Notwithstanding the proliferation of halachah hotlines, it is getting harder and harder to get hold of a rav or posek during a critical time. One very common question that comes up for couples involves the induction of labor (as opposed to waiting for labor to occur naturally) through a drug called Pitocin administered in the labor and delivery room. Pitocin is a synthetic version of Oxytocin, believed to be the body’s own labor-stimulating hormone.
Inducing labor with Pitocin involves delivery of the drug through an IV in the patient’s arm. The nurse gradually raises the level of Pitocin until there are regular contractions.
But what are the halachic parameters as to when one may induce labor?
Rav Moshe Feinstein, zt’l, writes in Igros Moshe (Y.D. Vol. II #94) that one should not induce labor unless it is medically indicated. One reason is that a person should wait for Hashem to bring the baby at its proper time. If there exists a concern for the welfare of either the baby or the mother, both Dayan Vozner, zt’l, (Shevet HaLevi Y.D. Vol. VI #128) and Rav Ovadia Yosef (Taharas HaBayis Vol. II p. 54) rule that one may induce.
The Three Keys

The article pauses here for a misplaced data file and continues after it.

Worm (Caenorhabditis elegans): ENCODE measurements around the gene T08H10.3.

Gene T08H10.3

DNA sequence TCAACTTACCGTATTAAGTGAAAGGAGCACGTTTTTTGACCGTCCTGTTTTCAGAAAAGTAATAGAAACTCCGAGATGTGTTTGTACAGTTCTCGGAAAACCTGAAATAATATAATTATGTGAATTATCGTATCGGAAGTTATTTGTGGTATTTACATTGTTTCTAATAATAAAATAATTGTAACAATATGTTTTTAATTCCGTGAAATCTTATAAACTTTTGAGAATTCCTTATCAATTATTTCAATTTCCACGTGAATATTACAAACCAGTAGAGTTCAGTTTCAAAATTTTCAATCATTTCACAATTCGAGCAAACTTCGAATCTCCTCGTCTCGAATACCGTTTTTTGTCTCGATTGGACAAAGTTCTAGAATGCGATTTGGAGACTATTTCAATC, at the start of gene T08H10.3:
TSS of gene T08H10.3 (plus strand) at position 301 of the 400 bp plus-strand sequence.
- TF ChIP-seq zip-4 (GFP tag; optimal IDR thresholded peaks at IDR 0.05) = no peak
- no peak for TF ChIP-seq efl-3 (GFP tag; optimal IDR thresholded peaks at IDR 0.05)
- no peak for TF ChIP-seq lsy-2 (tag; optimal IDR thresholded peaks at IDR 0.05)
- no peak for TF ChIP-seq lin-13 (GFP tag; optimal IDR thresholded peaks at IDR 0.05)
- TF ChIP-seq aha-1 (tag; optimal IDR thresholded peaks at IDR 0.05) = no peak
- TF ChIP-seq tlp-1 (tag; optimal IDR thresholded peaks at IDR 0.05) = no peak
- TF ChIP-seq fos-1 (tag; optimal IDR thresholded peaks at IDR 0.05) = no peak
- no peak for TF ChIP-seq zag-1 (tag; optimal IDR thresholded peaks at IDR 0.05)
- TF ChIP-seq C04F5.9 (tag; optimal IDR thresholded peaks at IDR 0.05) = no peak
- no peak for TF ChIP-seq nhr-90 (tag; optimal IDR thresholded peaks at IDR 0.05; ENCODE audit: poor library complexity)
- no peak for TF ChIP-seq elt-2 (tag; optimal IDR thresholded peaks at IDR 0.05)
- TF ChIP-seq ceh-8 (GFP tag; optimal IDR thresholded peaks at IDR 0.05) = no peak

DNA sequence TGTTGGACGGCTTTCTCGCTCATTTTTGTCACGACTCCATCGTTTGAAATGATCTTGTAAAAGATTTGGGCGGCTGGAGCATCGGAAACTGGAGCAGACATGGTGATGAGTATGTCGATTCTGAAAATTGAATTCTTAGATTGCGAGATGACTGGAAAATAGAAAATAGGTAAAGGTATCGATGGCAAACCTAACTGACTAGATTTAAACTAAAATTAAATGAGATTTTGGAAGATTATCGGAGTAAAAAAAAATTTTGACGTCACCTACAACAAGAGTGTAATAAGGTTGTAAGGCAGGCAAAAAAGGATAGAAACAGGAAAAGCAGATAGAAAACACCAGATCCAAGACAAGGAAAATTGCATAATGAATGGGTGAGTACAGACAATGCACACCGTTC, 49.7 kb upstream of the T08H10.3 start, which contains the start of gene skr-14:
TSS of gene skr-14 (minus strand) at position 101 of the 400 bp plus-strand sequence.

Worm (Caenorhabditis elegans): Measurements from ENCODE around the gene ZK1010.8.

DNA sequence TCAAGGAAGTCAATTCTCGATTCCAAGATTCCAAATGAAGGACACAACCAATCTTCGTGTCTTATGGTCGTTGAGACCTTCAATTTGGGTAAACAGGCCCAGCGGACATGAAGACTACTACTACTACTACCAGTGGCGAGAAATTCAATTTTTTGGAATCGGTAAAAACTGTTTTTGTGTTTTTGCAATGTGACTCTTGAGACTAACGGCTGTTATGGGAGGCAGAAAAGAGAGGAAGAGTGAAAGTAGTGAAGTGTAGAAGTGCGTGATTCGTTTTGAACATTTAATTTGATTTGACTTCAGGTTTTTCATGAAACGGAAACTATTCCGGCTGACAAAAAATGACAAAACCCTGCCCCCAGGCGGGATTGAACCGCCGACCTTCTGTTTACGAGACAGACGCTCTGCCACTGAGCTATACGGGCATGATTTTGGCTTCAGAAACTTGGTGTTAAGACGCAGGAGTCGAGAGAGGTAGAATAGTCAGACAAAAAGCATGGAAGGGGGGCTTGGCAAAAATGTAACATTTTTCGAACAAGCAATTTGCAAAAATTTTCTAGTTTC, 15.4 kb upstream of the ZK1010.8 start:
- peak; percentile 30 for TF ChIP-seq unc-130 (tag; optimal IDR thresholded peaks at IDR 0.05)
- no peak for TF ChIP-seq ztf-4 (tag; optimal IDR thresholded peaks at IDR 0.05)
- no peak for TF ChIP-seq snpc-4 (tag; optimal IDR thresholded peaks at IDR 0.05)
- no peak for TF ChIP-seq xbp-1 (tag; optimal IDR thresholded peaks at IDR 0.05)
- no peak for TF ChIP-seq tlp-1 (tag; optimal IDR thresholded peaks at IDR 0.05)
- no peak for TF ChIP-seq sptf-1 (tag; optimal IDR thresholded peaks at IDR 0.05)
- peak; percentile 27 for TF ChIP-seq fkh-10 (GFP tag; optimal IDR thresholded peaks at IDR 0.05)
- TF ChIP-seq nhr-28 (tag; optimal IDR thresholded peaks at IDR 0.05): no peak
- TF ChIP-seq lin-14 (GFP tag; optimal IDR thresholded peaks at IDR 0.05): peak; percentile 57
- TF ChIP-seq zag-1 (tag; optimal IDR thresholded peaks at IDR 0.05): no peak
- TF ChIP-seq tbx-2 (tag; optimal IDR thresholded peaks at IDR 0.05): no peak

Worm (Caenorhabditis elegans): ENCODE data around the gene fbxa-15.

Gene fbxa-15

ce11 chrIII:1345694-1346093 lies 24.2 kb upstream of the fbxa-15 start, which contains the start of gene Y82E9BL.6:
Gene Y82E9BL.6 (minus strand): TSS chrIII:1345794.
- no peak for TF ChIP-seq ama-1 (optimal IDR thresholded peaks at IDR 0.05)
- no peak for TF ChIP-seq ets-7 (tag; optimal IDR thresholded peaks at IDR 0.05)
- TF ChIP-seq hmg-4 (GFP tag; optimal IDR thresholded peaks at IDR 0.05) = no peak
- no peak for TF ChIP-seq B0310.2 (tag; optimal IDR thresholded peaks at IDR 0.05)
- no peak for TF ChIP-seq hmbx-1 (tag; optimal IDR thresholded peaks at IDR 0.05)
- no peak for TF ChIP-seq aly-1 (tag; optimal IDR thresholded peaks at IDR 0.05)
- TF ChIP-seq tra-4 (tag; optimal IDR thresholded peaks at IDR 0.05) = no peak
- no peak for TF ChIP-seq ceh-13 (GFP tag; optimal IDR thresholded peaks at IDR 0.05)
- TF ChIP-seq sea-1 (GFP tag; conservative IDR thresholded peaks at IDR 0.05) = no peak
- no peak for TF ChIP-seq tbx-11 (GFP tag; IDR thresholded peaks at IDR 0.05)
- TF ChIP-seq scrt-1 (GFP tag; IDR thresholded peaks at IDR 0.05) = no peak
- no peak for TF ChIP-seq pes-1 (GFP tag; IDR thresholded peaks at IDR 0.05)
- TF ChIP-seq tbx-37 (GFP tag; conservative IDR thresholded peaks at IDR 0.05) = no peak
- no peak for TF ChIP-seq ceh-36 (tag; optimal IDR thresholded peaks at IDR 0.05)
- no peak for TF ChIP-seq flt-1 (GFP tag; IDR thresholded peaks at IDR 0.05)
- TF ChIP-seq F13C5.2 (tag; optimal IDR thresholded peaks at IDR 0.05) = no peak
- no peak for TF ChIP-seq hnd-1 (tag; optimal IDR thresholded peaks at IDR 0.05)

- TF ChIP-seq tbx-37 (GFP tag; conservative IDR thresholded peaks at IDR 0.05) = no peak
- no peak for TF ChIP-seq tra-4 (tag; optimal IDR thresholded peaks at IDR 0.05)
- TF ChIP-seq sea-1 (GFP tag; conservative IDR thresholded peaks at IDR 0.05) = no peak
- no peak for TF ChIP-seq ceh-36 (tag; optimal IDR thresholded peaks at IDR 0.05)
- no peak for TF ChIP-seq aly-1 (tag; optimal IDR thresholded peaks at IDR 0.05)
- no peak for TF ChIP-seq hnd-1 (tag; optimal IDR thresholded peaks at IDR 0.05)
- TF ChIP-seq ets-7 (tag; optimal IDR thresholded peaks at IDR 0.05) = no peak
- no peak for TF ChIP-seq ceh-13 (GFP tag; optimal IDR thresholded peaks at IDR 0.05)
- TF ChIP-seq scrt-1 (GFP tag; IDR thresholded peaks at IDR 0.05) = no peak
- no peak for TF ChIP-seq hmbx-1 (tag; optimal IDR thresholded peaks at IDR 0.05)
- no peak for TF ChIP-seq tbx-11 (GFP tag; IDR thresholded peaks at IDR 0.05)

The idea of not precipitating the birth earlier is based upon a Gemara in tractate Ta’anis 2a. The Gemara states that there are three keys that Hashem handles directly and not through an angel. Those are birth, rain, and techiyas ha’meisim. Tosfos in Niddah 16b states that there is no malach that is appointed over the timing of the birth. Since it is Hashem Himself Who oversees it, there is greater reason to avoid hastening an earlier birth. This reasoning, however, should never be employed when there can be any danger to the mother or child. The Torah tells us “v’chai ba’hem — and you shall live by them and not die by them.”
Even in the secular world there is the idea of “if it ain’t broke, don’t fix it.” Unless an induction is medically necessary, many people (and clinicians, both doctors and midwives) prefer to let nature take its course.
So what might be the medical necessities that warrant early induction? One should never rely on print or internet articles for one’s halachic rulings. But it is a good idea to become familiar with these issues and to speak to one’s rav or posek for guidance as to these parameters.
From a medical point of view (but check with your provider), any risk of polyhydramnios, preeclampsia, fetal growth restriction, diabetes, and other birth complications would warrant induction.
Rochel Lieberman of South Shore Midwives, one of the leading practitioners of midwifery in Five Towns and Long Island, tells the Five Towns Jewish Times, “ACOG now recommends that pregnancies of women age 40 and above should not go past 40 weeks, which is how the initial due date is calculated, and therefore that might also warrant an induction of labor. If the water breaks but labor has not yet started, if the woman is more than two weeks overdue, or if the labor has stalled or stopped midway, then it is likely that the doctor or midwife may introduce the drug.”